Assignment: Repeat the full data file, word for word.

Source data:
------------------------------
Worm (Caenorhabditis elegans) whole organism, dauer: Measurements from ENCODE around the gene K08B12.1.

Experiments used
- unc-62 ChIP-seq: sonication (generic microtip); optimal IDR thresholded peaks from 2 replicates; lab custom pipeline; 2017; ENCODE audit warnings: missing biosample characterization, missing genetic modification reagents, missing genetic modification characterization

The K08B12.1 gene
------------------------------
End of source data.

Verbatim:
Worm (Caenorhabditis elegans) whole organism, dauer: Measurements from ENCODE around the gene K08B12.1.

Experiments used
- unc-62 ChIP-seq: sonication (generic microtip); optimal IDR thresholded peaks from 2 replicates; lab custom pipeline; 2017; ENCODE audit warnings: missing biosample characterization, missing genetic modification reagents, missing genetic modification characterization

The K08B12.1 gene